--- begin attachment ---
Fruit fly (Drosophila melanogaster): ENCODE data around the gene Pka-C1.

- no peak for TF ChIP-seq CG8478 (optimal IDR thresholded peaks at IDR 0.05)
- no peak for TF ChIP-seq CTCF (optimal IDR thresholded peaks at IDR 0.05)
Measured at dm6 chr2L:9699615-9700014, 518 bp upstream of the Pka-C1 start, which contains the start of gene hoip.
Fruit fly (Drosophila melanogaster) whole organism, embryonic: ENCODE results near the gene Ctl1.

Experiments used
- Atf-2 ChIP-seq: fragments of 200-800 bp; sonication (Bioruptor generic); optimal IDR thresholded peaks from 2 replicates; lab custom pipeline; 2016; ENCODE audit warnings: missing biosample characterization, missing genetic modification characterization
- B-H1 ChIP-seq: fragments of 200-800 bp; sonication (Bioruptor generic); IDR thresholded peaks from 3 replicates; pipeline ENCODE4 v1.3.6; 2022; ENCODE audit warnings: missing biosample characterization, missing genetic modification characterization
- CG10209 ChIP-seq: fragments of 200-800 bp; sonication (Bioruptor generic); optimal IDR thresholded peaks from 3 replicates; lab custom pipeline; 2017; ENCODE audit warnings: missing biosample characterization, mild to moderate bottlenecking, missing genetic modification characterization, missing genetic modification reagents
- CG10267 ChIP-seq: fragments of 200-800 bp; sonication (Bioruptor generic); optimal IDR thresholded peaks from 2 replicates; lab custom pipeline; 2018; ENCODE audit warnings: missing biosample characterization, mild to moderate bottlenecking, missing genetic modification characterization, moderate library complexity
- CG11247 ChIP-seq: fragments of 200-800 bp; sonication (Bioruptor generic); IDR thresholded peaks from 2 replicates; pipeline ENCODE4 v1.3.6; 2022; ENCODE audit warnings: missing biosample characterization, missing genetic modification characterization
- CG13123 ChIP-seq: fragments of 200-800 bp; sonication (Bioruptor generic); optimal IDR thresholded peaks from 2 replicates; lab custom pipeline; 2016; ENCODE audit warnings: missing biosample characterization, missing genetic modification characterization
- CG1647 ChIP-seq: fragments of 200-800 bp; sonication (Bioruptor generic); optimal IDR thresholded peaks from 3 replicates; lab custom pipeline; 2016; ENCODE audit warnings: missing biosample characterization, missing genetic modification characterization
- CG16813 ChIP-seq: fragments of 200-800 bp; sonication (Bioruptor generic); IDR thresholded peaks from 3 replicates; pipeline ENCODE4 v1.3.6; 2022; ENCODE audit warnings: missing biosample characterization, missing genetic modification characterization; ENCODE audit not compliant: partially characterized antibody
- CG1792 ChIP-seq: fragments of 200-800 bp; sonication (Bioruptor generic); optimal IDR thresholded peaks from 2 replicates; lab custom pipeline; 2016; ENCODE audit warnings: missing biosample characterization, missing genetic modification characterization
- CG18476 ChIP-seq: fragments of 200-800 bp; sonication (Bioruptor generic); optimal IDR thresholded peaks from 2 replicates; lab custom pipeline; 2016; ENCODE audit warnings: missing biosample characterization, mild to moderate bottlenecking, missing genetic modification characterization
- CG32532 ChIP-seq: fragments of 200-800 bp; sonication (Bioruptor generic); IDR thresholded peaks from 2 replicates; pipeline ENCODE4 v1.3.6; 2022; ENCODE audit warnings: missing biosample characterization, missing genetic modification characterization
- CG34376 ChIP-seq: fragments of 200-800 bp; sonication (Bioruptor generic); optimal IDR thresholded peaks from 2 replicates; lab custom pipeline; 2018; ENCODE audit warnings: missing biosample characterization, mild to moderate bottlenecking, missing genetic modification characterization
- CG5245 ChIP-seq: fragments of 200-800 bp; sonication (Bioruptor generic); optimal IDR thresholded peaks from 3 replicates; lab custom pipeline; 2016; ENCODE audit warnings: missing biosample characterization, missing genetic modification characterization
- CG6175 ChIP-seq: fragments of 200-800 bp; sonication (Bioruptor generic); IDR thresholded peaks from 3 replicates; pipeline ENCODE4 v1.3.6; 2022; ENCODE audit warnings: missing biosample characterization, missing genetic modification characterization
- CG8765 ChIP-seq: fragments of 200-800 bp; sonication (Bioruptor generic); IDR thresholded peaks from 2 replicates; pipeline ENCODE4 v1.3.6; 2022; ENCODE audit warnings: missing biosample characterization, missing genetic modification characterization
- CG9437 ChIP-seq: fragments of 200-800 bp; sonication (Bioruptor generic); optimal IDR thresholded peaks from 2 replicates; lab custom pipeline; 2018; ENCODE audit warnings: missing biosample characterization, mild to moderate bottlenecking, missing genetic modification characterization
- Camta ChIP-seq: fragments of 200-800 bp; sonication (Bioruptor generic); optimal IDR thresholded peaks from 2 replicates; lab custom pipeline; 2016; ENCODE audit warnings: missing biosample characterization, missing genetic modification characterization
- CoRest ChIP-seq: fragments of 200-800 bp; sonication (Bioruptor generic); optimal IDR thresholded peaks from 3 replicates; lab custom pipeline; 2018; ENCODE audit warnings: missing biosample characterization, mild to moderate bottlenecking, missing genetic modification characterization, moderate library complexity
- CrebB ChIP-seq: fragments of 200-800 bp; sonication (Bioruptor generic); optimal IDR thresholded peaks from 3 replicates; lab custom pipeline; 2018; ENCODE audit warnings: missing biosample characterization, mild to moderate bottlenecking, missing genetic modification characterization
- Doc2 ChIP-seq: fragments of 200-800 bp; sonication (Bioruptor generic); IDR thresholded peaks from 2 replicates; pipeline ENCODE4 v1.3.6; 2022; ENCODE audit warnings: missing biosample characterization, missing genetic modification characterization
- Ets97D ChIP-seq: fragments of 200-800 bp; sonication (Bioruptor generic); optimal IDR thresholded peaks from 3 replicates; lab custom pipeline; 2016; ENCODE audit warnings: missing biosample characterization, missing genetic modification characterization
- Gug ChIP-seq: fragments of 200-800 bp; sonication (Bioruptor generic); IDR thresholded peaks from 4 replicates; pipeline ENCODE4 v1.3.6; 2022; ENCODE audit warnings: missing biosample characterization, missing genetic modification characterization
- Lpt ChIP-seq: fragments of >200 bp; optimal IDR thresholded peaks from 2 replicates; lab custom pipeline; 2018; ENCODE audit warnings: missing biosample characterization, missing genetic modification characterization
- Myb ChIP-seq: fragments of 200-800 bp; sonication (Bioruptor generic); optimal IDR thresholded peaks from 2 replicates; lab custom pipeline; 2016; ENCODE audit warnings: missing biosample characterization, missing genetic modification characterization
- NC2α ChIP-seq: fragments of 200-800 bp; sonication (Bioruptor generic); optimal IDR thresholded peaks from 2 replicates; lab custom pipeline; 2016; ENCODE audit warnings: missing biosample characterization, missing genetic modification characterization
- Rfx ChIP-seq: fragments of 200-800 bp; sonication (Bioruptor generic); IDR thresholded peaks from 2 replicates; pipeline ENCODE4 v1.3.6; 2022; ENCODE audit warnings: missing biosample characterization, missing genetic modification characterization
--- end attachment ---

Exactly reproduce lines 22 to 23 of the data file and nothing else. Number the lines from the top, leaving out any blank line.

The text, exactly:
- CG9437 ChIP-seq: fragments of 200-800 bp; sonication (Bioruptor generic); optimal IDR thresholded peaks from 2 replicates; lab custom pipeline; 2018; ENCODE audit warnings: missing biosample characterization, mild to moderate bottlenecking, missing genetic modification characterization
- Camta ChIP-seq: fragments of 200-800 bp; sonication (Bioruptor generic); optimal IDR thresholded peaks from 2 replicates; lab custom pipeline; 2016; ENCODE audit warnings: missing biosample characterization, missing genetic modification characterization